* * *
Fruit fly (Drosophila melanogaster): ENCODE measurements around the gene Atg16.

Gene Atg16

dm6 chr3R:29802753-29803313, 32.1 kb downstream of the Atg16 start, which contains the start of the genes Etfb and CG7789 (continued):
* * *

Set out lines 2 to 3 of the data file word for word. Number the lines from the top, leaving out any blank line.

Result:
Gene Atg16

dm6 chr3R:29802753-29803313, 32.1 kb downstream of the Atg16 start, which contains the start of the genes Etfb and CG7789 (continued):